- Investigate the ethnic background of the herdsmen and inquire about how they enter the country, the effect of their activities on human life, property and the environment ("Parliament probes Fulani mayhem" modernghana.com).
- Make recommendations to forestall future occurrence of such incidents, and any other recommendations that it may deem appropriate. ("Parliament probes Fulani mayhem" modernghana.com)
15. Related ICE and TED Cases
No. 151 TUAREG Tuaregs and Civil Conflict in West Africa
No. 3 SUDAN Civil War in the Sudan: Resources or Religion?
No. 23 RWANDA Rwanda and Conflict
No. 27 NIGER Fulani and Zarma tribes pushed into fights by Desertification?
No. 22 ELSALV El Salvador Civil War
No. 126 ZIMBABWE Zimbabwe Land Conflict
16. Relevant Websites and Literature
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Barbier, Edward B. "The Economic Linkages between Rural Poverty and Land Degradation: Some Evidence from Africa." Agriculture, Ecosystems and Environment 32 (2000): 355-70.
Blench, Robert, and Mallam Dendo. "THE TRANSFORMATION OF CONFLICT BETWEEN PASTORALISTS AND CULTIVATORS IN NIGERIA." Journal Africa (2003). Web. 15 Nov. 2011. <http://www.rogerblench.info/Conflict/Herder-farmer%20conflict%20in%20Nigeria.pdf>.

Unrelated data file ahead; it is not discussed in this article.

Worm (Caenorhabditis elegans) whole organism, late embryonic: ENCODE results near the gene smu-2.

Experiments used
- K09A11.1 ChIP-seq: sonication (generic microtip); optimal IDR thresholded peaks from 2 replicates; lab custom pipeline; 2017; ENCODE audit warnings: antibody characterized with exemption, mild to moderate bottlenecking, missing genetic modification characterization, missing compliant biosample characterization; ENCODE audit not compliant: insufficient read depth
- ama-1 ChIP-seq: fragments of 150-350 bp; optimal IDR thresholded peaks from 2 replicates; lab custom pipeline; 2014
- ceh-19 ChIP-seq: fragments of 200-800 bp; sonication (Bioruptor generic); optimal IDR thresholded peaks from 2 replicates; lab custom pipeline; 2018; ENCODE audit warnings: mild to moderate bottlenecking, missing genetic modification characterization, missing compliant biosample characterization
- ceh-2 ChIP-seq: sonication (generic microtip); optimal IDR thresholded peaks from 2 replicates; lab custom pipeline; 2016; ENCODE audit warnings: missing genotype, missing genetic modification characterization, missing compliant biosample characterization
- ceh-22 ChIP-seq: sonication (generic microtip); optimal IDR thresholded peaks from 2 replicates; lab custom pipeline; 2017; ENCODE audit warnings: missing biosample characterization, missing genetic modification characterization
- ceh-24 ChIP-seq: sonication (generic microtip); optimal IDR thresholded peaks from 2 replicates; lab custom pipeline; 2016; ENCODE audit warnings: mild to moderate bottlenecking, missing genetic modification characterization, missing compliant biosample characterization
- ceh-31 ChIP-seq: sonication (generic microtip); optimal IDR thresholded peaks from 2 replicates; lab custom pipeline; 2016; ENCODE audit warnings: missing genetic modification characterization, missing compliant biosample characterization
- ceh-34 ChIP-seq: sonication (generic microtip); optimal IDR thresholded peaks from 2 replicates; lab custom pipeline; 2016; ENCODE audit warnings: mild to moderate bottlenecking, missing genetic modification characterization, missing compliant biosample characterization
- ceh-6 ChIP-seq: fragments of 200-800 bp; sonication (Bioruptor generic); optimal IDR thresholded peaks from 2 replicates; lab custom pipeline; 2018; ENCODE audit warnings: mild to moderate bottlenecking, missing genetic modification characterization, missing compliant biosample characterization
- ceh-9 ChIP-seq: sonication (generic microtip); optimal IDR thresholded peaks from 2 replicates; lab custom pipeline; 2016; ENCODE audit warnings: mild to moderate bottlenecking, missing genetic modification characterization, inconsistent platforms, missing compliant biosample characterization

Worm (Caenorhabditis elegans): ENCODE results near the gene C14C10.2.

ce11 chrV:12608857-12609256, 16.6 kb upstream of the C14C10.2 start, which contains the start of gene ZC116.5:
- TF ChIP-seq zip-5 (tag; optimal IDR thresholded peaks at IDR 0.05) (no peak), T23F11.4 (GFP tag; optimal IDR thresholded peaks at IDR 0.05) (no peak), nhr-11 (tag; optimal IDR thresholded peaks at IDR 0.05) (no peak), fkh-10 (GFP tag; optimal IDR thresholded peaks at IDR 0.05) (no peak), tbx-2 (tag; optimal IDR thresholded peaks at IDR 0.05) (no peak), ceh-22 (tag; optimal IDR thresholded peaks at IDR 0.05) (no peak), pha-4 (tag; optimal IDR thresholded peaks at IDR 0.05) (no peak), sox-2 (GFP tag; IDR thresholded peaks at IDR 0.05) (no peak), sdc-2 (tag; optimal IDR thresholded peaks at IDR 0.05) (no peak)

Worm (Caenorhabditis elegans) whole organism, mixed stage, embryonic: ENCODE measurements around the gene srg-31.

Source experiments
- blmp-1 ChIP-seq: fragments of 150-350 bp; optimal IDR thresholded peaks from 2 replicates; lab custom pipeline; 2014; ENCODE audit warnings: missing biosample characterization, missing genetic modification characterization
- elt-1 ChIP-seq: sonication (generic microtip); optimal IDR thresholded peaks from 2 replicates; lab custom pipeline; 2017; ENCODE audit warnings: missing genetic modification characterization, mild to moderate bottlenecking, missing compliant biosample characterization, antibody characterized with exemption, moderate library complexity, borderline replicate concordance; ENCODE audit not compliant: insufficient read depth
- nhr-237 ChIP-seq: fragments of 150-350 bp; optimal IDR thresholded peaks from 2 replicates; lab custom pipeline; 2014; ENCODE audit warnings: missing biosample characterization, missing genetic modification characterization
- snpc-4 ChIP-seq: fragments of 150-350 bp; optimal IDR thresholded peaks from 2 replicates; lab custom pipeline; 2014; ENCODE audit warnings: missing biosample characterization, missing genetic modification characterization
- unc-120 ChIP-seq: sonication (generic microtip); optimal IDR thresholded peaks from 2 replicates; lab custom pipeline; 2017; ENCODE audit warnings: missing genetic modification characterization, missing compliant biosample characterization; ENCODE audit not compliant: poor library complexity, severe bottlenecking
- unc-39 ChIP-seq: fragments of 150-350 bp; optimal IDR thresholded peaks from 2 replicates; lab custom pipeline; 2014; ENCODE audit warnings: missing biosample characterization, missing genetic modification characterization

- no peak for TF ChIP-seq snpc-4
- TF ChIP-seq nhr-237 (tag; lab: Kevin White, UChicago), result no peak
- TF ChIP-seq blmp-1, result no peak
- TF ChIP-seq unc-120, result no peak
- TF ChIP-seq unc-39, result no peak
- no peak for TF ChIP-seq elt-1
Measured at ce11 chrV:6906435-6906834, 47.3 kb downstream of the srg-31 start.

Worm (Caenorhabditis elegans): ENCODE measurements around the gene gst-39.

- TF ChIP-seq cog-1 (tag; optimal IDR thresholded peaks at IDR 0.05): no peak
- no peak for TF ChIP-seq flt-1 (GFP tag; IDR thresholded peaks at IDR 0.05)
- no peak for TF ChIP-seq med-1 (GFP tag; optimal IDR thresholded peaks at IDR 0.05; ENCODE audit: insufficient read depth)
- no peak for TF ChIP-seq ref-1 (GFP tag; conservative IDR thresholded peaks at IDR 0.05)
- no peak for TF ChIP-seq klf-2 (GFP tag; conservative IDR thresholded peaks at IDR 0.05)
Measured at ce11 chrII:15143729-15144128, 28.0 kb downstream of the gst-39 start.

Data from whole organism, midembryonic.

Handley, Meg. "Nigeria Massacre: Violence Over Religion, Poverty in Jos - TIME." Breaking News, Analysis, Politics, Blogs, News Photos, Video, Tech Reviews - TIME.com. TIME World, 10 Mar. 2010. Web. 29 Oct. 2011. <http://www.time.com/time/world/article/0,8599,1971010,00.html>.
"Nigeria Christian / Muslim Conflict." GlobalSecurity.org - Reliable Security Information. Web. 1 Dec. 2011. <http://www.globalsecurity.org/military/world/war/nigeria-1.htm>.
Npong, Francis. "Desert March Threatens to Swallow Northern Ghana." Web log post. Ghana Web. 14 Jan. 2011. Web. 12 Nov. 2011. <http://www.ghanaweb.com/GhanaHomePage/blogs/blog.php?blog=3655>.
Oppong, Yaa P. A. Moving through and Passing On: Fulani Mobility, Survival, and Identity in Ghana. New Brunswick (N.J.): Transaction, 2002. Print.